Dialogue

Vocabulary

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Lesson Transcript

INTRODUCTION
Oksana: [Здравствуйте! Я Оксана]
Eddie: Eddie here. Lower Intermediate Series Season 1, Lesson 25. So are you ready for the final scene in our soap opera-like story?
Oksana: I think it’s nothing like a soap opera. No one lost memory or a child, no one turned out to be a sole heir of some Russian oil magnate. The story is very true to life, I think.
Eddie: So you’re saying it’s a pretty common situation in Russia?
Oksana: I'm not saying that. I just think there is nothing shocking or tragic about it. Nothing that would make it look like a soap opera.
Eddie: True. And even though nothing big really happened there, I feel involved in the situation of this couple.
Oksana: So airing somebody’s dirty laundry can be enjoyable after all, huh?
Eddie: Not enjoyable, I just feel like I started caring about these guys. I want everything to work out for them. They’re not hopeless.
Oksana: In this case, let’s listen to the last dialogue we’re going to eavesdrop on in these guys’ house. Let’s hope for the best.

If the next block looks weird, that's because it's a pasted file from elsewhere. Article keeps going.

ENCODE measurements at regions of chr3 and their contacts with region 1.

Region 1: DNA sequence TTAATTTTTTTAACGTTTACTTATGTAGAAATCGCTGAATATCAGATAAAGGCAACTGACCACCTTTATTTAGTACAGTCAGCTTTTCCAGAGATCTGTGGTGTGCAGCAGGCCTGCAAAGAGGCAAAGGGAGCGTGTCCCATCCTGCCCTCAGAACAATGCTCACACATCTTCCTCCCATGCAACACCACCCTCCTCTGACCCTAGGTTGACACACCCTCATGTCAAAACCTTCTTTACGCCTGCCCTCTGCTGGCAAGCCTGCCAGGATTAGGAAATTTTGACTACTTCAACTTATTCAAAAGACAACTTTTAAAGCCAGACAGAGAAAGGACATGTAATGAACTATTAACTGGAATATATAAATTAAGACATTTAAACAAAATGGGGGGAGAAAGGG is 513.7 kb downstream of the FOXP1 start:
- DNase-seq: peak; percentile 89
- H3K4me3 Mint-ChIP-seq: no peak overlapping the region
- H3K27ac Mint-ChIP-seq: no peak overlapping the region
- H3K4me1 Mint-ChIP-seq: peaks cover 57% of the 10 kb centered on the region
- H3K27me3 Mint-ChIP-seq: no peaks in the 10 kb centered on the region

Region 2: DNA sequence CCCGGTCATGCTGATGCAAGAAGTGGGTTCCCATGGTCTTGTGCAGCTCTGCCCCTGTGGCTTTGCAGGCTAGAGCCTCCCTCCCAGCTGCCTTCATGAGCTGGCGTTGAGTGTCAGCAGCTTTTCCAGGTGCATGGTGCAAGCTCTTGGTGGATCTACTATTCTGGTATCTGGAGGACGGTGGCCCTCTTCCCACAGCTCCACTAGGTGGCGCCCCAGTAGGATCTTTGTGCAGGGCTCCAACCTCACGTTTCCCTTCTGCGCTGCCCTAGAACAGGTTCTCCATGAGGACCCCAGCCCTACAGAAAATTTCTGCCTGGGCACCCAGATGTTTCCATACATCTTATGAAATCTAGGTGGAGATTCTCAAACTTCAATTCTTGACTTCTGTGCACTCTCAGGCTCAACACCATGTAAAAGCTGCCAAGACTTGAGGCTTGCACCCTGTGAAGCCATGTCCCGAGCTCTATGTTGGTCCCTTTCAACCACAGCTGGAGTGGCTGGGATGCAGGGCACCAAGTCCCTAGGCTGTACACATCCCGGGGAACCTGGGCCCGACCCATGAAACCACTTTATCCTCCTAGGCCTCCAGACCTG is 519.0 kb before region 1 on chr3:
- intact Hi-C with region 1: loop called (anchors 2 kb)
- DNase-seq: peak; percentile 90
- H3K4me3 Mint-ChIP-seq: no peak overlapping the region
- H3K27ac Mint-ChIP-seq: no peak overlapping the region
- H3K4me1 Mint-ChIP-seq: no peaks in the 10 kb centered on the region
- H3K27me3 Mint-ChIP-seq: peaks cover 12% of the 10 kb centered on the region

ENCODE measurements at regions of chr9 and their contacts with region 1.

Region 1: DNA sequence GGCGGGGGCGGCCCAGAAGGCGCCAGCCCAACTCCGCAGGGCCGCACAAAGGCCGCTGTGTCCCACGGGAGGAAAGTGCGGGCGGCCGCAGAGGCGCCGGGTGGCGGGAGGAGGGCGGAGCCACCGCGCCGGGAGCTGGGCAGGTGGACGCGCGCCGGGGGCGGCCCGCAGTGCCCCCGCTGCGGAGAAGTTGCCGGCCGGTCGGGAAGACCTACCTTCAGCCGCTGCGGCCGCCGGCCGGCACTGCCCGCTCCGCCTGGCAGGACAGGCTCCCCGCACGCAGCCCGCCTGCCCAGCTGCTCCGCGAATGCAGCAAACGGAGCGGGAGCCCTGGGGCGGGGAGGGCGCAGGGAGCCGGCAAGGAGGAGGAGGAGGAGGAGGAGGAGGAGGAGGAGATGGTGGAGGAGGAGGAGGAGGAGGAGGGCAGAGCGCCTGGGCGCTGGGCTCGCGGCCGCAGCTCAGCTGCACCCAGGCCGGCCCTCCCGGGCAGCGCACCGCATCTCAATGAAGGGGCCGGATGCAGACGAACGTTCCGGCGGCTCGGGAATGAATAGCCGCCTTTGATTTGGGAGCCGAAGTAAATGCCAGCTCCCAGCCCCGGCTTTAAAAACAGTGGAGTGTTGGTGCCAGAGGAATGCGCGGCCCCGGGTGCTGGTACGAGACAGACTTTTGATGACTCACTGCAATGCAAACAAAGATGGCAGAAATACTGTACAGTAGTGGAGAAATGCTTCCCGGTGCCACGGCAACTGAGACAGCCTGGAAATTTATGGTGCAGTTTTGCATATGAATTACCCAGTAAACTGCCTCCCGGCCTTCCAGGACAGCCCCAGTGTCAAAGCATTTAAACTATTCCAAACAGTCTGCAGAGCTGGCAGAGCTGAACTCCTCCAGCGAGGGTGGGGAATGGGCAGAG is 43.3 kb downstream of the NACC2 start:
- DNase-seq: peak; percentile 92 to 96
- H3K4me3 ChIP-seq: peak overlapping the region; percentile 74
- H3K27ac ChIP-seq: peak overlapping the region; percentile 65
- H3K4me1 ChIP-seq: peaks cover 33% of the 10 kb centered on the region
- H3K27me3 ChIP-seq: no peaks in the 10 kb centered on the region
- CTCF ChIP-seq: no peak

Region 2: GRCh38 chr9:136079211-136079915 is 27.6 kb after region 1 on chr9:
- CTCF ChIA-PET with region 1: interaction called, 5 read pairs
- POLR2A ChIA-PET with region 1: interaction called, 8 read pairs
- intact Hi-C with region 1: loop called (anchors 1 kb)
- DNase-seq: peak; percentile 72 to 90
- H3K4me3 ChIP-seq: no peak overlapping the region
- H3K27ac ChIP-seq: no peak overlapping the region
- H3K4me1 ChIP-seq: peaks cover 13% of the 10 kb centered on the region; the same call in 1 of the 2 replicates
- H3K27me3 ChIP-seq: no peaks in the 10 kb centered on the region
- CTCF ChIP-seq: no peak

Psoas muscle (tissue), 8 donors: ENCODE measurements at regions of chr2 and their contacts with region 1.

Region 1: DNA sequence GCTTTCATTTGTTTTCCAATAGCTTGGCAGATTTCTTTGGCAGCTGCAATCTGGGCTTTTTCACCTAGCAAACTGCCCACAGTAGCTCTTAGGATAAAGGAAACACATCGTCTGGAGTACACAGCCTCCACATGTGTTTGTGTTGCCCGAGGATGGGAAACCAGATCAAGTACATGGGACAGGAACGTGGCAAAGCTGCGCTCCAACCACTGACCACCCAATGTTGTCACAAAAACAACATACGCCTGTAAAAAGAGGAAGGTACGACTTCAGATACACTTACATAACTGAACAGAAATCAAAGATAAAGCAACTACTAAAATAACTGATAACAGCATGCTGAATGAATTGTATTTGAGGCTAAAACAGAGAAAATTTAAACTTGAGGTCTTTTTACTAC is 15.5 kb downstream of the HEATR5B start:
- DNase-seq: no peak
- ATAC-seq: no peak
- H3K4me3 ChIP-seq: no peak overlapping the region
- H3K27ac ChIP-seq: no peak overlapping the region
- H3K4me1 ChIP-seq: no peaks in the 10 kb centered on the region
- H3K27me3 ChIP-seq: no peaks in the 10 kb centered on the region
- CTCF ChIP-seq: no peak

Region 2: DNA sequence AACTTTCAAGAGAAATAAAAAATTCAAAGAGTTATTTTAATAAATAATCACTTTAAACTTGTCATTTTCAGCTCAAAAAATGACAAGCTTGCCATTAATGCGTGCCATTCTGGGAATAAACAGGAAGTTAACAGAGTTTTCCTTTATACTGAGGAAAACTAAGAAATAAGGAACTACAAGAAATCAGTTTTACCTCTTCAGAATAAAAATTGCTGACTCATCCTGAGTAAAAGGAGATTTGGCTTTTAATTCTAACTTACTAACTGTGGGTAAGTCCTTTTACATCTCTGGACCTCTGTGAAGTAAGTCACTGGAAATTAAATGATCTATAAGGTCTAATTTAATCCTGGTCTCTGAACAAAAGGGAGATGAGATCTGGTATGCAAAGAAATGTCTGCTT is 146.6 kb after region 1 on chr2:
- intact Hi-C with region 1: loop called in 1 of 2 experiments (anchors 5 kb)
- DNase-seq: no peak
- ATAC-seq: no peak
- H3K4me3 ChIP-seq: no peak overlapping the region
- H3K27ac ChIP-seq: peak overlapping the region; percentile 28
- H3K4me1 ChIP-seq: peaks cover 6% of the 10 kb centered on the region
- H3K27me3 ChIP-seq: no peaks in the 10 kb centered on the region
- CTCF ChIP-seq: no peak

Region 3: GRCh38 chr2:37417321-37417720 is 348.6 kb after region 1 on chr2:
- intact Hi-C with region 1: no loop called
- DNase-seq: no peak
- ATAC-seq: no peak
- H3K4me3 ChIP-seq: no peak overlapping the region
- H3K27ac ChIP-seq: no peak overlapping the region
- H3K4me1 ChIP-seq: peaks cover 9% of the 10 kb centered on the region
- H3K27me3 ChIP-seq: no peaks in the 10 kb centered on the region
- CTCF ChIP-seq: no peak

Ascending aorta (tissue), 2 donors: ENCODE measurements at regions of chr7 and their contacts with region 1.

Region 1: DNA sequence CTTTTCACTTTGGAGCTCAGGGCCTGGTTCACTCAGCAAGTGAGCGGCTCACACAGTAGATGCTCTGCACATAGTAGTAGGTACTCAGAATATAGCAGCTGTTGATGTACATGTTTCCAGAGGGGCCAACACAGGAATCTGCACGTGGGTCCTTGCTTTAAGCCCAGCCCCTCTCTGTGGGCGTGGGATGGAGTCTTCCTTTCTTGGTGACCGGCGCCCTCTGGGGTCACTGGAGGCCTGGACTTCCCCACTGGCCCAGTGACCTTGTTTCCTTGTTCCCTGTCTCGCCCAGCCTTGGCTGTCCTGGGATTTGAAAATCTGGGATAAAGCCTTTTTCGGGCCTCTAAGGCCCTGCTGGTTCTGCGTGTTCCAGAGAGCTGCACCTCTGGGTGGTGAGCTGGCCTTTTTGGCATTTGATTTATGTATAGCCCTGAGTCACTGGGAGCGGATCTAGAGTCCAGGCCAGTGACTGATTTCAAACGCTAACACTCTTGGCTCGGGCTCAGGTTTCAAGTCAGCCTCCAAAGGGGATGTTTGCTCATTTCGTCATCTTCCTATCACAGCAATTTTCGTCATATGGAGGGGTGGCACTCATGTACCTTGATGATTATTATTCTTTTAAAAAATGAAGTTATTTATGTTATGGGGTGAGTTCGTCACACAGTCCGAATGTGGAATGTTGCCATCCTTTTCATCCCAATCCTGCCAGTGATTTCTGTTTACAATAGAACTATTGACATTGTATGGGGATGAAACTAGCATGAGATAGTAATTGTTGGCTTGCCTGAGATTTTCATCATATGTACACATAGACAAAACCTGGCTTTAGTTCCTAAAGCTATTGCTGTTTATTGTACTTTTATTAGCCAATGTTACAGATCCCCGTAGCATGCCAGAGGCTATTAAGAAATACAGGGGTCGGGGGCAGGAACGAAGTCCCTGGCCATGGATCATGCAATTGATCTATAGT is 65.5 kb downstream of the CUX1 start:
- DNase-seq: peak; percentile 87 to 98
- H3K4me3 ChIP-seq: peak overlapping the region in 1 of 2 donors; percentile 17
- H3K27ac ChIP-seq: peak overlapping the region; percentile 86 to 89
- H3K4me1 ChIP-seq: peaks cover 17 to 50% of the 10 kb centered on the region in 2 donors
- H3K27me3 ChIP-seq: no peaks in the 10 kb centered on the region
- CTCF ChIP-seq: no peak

DIALOGUE
Eddie: Малыш, ты дома?
Oksana: Да, любимый, я на кухне! Я приготовила ужин, мой руки и садись за стол.
Eddie: Оо, квартира просто блестит! Ты сделала уборку?
Oksana: Я хотела тебя порадовать. Я помыла полы, пропылесосила, поменяла постель, погладила бельё и приготовила твою любимую курицу с мандаринами!
Eddie: Ты у меня такая замечательная! Вот, это тебе.
Oksana: Цветы! И духи! Дорогой, ты просто золото!
Eddie: Once again, more slowly.
Oksana: Еще раз, медленнее.
Eddie: Малыш, ты дома?
Oksana: Да, любимый, я на кухне! Я приготовила ужин, мой руки и садись за стол.
Eddie: Оо, квартира просто блестит! Ты сделала уборку?
Oksana: Я хотела тебя порадовать. Я помыла полы, пропылесосила, поменяла постель, погладила бельё и приготовила твою любимую курицу с мандаринами!
Eddie: Ты у меня такая замечательная! Вот, это тебе.
Oksana: Цветы! И духи! Дорогой, ты просто золото!
Eddie: Once again, with a translation.
Oksana: Еще раз, с переводом. Малыш, ты дома?
Eddie: Baby, are you home?
Oksana: Да, любимый, я на кухне! Я приготовила ужин, мой руки и садись за стол.
Eddie: Yes, my love, I'm in the kitchen! I made dinner, wash your hands and sit down at the table.
Oksana: Оо, квартира просто блестит! Ты сделала уборку?
Eddie: Oh! The apartment is sparkling! Did you clean it?